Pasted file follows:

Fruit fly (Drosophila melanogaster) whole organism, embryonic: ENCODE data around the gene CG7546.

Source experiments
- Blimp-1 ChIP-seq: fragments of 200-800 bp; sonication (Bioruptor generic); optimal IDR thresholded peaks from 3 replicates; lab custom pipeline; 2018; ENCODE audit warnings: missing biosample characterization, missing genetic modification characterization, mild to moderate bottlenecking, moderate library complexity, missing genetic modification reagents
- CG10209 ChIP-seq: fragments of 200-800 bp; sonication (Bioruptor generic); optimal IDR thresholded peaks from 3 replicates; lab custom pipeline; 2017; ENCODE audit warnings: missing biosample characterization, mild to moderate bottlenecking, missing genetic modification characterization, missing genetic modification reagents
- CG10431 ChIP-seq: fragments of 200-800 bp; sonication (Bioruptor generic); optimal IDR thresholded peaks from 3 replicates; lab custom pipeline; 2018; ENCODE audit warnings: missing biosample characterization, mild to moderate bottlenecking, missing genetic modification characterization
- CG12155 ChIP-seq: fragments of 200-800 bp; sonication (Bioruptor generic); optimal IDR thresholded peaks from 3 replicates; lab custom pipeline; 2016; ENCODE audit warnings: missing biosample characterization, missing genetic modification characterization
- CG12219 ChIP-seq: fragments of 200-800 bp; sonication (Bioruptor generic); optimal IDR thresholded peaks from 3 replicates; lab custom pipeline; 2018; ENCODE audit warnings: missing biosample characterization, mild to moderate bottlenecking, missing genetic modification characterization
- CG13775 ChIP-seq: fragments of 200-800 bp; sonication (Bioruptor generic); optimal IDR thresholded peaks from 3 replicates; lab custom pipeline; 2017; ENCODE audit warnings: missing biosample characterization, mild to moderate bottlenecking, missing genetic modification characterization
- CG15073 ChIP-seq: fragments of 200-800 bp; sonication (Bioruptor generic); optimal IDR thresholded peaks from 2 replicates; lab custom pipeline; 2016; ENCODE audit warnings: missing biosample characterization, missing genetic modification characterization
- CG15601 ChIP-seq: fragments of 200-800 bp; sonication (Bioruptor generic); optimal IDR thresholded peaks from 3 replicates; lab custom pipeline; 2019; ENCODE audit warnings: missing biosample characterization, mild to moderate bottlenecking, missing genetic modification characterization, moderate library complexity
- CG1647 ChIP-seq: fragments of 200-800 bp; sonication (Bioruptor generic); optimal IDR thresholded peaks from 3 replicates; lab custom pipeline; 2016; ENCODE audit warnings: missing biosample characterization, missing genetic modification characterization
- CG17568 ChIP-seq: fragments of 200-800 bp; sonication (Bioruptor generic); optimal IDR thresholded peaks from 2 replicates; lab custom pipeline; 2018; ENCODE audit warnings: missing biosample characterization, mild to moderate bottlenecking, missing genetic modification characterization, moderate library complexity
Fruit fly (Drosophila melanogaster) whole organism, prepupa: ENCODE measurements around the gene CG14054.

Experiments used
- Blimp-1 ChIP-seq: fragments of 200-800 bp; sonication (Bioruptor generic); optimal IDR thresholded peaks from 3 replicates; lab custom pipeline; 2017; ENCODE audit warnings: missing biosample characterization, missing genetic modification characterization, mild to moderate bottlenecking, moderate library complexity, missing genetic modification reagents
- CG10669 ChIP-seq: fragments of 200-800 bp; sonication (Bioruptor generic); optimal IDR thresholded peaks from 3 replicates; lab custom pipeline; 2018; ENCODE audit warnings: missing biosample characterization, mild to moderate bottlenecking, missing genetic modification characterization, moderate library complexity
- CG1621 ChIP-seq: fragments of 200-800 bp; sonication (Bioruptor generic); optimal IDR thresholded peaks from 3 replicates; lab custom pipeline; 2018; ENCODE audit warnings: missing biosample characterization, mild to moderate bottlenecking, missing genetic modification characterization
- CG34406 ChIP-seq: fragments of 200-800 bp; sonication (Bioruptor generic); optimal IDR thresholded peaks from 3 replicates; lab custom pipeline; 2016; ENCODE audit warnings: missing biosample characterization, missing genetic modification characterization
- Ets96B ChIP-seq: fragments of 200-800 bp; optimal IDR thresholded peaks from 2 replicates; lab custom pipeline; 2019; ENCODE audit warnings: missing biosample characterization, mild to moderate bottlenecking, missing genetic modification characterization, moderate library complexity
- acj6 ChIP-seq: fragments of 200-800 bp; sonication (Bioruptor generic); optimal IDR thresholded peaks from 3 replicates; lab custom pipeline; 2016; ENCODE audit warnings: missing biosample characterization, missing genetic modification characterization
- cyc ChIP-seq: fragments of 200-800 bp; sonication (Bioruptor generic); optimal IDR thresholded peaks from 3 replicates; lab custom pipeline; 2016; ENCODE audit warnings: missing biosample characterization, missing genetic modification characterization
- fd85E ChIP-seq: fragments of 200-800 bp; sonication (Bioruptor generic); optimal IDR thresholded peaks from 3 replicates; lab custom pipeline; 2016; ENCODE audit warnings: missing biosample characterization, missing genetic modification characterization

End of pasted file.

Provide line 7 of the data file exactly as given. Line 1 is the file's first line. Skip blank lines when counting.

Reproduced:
- CG12219 ChIP-seq: fragments of 200-800 bp; sonication (Bioruptor generic); optimal IDR thresholded peaks from 3 replicates; lab custom pipeline; 2018; ENCODE audit warnings: missing biosample characterization, mild to moderate bottlenecking, missing genetic modification characterization